NSW coal put aside for local market

Coal companies in NSW will need to set aside between seven and 10 per cent of their output for the domestic market as authorities scramble to rein in soaring energy prices caused by the conflict in Ukraine.

Treasurer Matt Kean on Thursday confirmed the expansion of the domestic reservation arrangements to even the playing field among coal producers abiding by the coal price cap.

The NSW government committed to a $125-a-tonne cap on the price of coal sold to local power providers as part of the federal government's interventions in the energy market to keep a lid on prices for households and businesses.

In NSW, there were already coal reservation arrangements in place that meant some producers were required to carve out a large portion of their supply for domestic electricity generation while others were exempt.

Now, most coal producers in NSW will be required to earmark about seven to 10 per cent of their coal for domestic electricity generation.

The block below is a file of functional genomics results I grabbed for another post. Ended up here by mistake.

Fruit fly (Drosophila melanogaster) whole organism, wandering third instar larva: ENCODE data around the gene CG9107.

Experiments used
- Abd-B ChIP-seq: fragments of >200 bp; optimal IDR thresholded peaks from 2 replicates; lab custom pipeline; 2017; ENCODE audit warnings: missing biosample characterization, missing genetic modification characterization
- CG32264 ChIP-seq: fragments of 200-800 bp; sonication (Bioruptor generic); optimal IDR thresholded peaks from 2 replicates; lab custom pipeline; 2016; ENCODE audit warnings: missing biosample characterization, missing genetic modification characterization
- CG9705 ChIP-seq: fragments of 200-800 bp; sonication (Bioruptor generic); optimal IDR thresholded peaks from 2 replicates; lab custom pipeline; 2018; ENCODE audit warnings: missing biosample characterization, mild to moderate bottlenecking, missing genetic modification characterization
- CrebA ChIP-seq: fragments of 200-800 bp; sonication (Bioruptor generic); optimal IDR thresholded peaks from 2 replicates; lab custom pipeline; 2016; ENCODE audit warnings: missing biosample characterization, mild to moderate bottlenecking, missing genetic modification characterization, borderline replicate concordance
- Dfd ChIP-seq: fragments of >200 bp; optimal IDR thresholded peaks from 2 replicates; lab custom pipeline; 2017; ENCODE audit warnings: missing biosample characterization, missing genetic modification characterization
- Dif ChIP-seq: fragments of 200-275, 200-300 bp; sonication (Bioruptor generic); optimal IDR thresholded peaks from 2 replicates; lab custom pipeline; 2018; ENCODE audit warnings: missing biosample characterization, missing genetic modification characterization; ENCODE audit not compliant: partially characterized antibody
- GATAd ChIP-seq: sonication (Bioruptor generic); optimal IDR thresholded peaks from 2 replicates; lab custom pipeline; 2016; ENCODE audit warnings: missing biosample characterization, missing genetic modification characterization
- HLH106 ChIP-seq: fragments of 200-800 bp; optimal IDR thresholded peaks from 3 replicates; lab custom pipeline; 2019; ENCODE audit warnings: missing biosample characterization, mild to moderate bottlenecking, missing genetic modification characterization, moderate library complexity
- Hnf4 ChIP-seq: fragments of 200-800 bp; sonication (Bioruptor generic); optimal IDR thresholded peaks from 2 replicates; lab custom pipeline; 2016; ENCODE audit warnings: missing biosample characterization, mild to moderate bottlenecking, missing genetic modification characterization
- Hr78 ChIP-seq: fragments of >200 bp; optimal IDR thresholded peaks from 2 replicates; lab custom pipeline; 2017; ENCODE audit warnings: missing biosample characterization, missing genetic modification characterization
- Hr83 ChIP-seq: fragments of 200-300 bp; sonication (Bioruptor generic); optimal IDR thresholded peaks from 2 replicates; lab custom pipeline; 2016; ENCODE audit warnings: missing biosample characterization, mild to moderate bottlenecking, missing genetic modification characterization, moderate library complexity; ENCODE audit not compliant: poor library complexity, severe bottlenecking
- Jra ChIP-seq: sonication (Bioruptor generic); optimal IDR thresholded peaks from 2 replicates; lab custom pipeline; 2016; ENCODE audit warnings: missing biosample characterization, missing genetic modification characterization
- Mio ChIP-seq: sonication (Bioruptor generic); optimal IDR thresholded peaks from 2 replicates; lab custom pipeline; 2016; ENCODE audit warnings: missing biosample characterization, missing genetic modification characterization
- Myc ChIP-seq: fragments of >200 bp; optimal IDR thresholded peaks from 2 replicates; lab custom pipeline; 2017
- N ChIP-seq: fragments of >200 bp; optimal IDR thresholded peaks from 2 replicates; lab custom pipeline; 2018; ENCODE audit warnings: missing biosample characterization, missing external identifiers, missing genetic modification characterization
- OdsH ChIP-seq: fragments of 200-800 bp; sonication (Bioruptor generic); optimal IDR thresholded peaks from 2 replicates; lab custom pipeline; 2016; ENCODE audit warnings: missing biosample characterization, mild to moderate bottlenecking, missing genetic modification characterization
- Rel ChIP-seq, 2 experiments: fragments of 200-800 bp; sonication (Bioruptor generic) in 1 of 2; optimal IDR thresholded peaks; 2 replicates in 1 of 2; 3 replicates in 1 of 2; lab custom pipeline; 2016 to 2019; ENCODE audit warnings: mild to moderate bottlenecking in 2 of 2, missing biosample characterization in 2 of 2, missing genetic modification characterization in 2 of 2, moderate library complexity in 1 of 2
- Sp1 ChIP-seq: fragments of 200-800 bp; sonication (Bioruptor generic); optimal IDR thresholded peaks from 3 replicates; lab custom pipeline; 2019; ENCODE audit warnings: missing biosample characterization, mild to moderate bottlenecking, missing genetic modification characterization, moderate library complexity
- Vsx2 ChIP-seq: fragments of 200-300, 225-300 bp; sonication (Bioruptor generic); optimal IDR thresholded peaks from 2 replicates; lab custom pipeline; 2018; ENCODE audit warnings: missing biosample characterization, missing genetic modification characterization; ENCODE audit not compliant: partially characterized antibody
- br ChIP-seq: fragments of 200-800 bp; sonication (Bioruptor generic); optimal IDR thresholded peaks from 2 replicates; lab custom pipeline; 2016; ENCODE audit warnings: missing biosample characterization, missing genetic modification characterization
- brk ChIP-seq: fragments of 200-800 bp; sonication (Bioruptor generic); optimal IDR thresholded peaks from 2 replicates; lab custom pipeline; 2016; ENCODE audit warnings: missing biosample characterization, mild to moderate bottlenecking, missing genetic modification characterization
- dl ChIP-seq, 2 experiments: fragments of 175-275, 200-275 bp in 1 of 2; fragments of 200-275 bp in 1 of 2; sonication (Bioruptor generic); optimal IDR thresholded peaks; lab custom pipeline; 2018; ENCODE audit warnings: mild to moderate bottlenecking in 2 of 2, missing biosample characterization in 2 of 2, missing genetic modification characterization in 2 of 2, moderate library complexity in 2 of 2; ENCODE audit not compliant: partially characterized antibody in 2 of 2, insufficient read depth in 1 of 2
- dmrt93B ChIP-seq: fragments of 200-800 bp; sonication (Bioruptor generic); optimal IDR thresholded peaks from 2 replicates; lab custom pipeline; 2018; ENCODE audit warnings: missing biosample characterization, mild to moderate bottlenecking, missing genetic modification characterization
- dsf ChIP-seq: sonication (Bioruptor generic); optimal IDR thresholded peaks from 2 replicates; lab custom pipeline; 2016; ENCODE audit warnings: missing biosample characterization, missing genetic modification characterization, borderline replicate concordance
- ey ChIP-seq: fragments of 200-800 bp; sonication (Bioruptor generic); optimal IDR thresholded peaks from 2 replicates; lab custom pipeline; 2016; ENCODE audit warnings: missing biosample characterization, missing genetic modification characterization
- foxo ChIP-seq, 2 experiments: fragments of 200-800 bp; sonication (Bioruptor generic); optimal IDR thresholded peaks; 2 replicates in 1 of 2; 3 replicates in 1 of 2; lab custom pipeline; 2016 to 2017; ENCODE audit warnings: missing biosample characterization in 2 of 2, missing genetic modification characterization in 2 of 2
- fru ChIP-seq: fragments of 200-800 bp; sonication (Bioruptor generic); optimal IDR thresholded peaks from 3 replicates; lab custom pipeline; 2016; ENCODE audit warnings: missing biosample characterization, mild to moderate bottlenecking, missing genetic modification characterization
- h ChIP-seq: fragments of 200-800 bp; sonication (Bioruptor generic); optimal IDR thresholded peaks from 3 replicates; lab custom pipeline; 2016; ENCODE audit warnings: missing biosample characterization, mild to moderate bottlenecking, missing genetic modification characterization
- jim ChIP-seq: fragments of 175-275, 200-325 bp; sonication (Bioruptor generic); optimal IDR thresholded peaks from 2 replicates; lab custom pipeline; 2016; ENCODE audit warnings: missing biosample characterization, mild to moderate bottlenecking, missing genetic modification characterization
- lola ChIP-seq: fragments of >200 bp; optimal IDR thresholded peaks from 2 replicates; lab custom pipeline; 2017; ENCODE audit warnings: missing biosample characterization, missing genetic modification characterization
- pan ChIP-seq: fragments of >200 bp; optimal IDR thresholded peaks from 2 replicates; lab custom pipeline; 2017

The state government is consulting with the relevant companies, with the new orders expected to come into force at the end of January.

"I know those currently providing coal for the local market will appreciate that companies enjoying super profits on the back of the war in Ukraine will now do their part for the domestic market," Mr Kean said.

"These new arrangements will help even the playing field among coal producers."

He said it was fair that Australian coal producers provide energy for consumers at domestic prices.

"This coal cap scheme will see NSW doing our part at the request of the Albanese government to contribute to the national solution of this national problem," Mr Kean said.

The new reservation orders follow days of back and forth on the price cap on gas, with gas producers found to be suspending new contracts with retailers until they had more detail about how the price cap works.

The consumer watchdog provided further guidance for the gas market earlier in the week, which the government expects will clear up any uncertainty so that the cap can start driving prices down.

The federal government introduced the price caps and other measures to keep energy prices low in December last year.